During Africa Summit, a Rare D.C. Species Is Spotted: Bipartisanship

WILMINGTON, DE - NOVEMBER 02: U.S. Senator-elect Chris Coons (D-DE) (R) stands next to his wife Annie Coons (L) while speaking at his victory party on November 2, 2010 in Wilmington, Delaware. Chris Coons beat out Republican challenger Christine O'Donnell to win Vice President Joe Biden's old Senate seat. (Photo by Mark Wilson/Getty Images)
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George E. Condon Jr.
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George E. Condon Jr.
Aug. 4, 2014, 2:10 p.m.

In oth­er parts of Wash­ing­ton, par­ti­cipants in the U.S.-Africa Lead­ers Sum­mit were talk­ing Monday about how to save the en­dangered pygmy hip­po­pot­amus, the black rhino­cer­os, and the Ethiopi­an wolf. But on Cap­it­ol Hill, something even more threatened was on dis­play — bi­par­tis­an­ship. There, in the Kennedy Caucus Room of the Rus­sell Sen­ate Of­fice Build­ing, Re­pub­lic­ans and Demo­crats met with the vis­it­ing Afric­an lead­ers here for their three-day sum­mit with Pres­id­ent Obama.

At­tend­ance was held down be­cause of the con­gres­sion­al re­cess, but 23 mem­bers signed up for the ses­sion, 16 Demo­crats and sev­en Re­pub­lic­ans, ac­cord­ing to the of­fice of Sen. Chris­toph­er Coons, D-Del., chair­man of the For­eign Re­la­tions Africa Sub­com­mit­tee. For Coons, the event simply makes pub­lic what he sees as the real­ity of Amer­ic­an policy-mak­ing af­fect­ing the con­tin­ent.

“One of the great things about U.S.-Africa en­gage­ment is that it is truly bi­par­tis­an in the in­terest and sup­port in the Sen­ate,” Coons told re­port­ers. “The le­gis­la­tion we need to move, the is­sues that de­serve our at­ten­tion, have as much sup­port and en­gage­ment from seni­or Re­pub­lic­ans as Demo­crats.” Be­cause of that, he said, there has been great con­tinu­ity in Amer­ic­an policy to­ward Africa from Pres­id­ent Clin­ton to Pres­id­ent George W. Bush and, now, to Pres­id­ent Obama. “Vir­tu­ally every one of Pres­id­ent Bush’s ini­ti­at­ives re­l­at­ive to Africa are con­tin­ued or strengthened. And Pres­id­ent Obama’s ad­min­is­tra­tion has simply built on it,” he said.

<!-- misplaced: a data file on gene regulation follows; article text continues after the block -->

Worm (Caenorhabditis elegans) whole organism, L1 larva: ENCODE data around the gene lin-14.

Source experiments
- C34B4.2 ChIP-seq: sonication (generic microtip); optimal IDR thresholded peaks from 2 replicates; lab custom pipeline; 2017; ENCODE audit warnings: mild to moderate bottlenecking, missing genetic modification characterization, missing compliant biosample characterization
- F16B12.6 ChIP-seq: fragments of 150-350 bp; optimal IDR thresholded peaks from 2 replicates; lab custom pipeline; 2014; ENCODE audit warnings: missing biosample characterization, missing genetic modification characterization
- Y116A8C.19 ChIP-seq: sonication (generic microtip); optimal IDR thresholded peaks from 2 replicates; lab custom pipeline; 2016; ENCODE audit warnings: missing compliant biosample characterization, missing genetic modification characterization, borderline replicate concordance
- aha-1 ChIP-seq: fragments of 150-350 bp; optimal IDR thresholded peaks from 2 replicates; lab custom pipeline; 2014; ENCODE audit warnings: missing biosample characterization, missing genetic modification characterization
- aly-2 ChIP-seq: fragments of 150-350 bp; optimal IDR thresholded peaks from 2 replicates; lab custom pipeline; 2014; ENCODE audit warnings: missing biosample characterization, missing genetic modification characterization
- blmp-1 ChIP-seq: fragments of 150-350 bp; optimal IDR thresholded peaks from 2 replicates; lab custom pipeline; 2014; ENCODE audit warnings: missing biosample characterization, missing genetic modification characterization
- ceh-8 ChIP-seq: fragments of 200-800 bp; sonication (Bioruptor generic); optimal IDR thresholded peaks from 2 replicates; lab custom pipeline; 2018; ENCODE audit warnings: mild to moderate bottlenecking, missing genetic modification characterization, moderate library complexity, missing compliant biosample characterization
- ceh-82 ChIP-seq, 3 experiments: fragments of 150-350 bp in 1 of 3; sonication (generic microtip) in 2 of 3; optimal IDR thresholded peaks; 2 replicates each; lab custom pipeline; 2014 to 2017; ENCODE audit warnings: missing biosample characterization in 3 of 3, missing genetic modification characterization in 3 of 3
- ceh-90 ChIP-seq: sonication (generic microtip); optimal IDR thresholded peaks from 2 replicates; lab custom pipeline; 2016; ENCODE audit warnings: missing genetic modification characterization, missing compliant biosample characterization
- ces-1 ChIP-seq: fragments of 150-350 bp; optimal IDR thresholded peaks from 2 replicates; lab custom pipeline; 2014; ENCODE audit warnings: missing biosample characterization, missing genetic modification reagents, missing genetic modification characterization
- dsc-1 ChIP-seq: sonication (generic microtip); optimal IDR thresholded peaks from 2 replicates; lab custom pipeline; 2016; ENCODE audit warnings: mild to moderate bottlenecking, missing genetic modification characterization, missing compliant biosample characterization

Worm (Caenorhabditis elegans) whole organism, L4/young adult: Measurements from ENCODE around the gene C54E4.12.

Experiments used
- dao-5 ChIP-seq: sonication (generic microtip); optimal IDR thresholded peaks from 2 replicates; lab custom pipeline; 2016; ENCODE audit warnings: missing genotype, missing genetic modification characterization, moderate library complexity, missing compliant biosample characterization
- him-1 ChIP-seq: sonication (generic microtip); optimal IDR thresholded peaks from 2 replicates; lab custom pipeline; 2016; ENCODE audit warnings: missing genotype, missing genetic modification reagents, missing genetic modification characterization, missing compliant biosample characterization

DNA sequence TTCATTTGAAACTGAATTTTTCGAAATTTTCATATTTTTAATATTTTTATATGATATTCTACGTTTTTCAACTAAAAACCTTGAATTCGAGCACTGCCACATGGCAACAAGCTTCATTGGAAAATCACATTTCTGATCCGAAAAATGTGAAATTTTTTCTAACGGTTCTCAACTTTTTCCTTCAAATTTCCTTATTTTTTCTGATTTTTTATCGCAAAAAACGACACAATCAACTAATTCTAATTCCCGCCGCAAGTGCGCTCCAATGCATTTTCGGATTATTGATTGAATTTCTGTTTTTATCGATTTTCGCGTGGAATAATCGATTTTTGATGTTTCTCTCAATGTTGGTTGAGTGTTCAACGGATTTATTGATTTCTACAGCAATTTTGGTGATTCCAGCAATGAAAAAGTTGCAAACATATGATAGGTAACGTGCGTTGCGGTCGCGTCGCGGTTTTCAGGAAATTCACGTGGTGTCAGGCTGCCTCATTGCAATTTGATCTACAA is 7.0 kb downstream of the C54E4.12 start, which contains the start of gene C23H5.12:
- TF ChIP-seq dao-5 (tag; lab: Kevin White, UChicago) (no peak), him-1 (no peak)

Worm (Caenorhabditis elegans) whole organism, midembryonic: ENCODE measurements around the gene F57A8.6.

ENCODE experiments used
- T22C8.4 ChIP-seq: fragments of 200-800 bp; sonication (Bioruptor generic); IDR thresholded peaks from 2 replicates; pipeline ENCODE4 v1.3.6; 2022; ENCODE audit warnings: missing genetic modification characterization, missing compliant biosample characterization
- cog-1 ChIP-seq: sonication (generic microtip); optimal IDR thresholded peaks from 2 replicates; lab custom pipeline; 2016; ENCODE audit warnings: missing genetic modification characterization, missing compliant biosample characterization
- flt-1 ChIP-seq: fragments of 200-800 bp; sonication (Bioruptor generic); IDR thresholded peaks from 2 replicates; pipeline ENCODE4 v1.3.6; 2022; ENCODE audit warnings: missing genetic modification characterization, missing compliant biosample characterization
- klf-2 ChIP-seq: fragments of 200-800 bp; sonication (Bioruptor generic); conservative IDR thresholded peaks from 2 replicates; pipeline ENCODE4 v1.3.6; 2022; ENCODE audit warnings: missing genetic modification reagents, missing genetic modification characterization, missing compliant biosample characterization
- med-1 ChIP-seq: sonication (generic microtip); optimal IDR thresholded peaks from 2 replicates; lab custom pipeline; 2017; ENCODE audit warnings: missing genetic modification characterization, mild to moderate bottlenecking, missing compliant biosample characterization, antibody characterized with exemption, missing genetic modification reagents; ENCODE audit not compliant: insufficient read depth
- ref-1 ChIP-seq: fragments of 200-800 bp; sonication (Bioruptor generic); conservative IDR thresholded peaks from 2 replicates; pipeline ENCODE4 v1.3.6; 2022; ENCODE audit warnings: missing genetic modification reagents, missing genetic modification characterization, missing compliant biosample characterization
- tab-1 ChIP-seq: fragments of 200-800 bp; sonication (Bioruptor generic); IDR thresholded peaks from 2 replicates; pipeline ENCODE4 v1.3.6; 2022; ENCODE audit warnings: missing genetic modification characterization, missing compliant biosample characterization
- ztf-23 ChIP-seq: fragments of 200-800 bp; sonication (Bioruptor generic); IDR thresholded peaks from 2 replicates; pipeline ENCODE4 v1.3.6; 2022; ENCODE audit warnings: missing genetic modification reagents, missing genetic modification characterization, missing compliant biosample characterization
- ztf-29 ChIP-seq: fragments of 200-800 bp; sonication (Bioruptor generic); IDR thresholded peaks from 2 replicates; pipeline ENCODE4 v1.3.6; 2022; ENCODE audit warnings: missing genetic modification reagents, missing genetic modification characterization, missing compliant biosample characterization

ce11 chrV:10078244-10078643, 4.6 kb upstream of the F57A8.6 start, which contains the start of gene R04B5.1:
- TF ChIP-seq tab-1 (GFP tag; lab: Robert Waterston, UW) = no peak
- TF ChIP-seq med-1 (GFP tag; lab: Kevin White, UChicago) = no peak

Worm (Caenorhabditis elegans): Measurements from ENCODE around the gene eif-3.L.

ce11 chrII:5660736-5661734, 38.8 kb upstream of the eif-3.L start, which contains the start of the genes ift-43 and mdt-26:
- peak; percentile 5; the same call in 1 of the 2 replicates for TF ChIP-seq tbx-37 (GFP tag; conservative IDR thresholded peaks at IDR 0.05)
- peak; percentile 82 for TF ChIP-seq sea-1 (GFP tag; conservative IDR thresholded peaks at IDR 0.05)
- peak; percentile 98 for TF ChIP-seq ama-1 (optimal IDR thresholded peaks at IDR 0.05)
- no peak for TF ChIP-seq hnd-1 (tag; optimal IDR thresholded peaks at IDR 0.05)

Sen. Jeff Flake of Ari­zona, the rank­ing Re­pub­lic­an on the com­mit­tee, did not at­tend the re­cep­tion Monday night. But his of­fice stressed it was be­cause he is back in Ari­zona, not be­cause of dif­fer­ences with Coons. In a state­ment to Na­tion­al Journ­al, he boas­ted of “a sol­id work­ing re­la­tion­ship” with Coons, adding that “[I] ad­mire the lead­er­ship he’s shown on Africa is­sues.”

Twenty years ago, that would have been an un­re­mark­able state­ment in Con­gress. Today it is dif­fi­cult to find many com­mit­tees where there is as much comity. “There is just broad agree­ment on most of the is­sues that come be­fore the sub­com­mit­tee,” said Jam­ie Ser­lin, a spokes­man for Coons. She noted there are few dif­fer­ences between the House and Sen­ate ver­sions of Power Africa, Obama’s pro­pos­al to double the num­ber of people with ac­cess to power in sub-Saha­ran Africa. Both parties also sup­port the re­new­al of the Afric­an Growth and Op­por­tun­ity Act, first signed in­to law by Clin­ton. Bi­par­tis­an sup­port also re­mains strong for the Pres­id­ent’s Emer­gency Plan for AIDS Re­lief, first cham­pioned by Bush.

“It is kind of a unique is­sue area where there are shared goals,” ex­plained Ser­lin. “Across the board, Demo­crats and Re­pub­lic­ans want peace­ful, demo­crat­ic na­tions, strong trade part­ners and de­vel­op­ment in Africa. These are shared goals.”

The shared goals have even led the White House to do something it rarely does these days — praise Con­gress. “Con­gress has played an enorm­ous role on a bi­par­tis­an basis in sup­port­ing Africa policy,” said Ben Rhodes, the deputy na­tion­al se­cur­ity ad­viser for stra­tegic com­mu­nic­a­tions. “It is im­port­ant to note that in an en­vir­on­ment in Wash­ing­ton where there’s not a lot of bi­par­tis­an agree­ment, Africa has been the true ex­cep­tion.”

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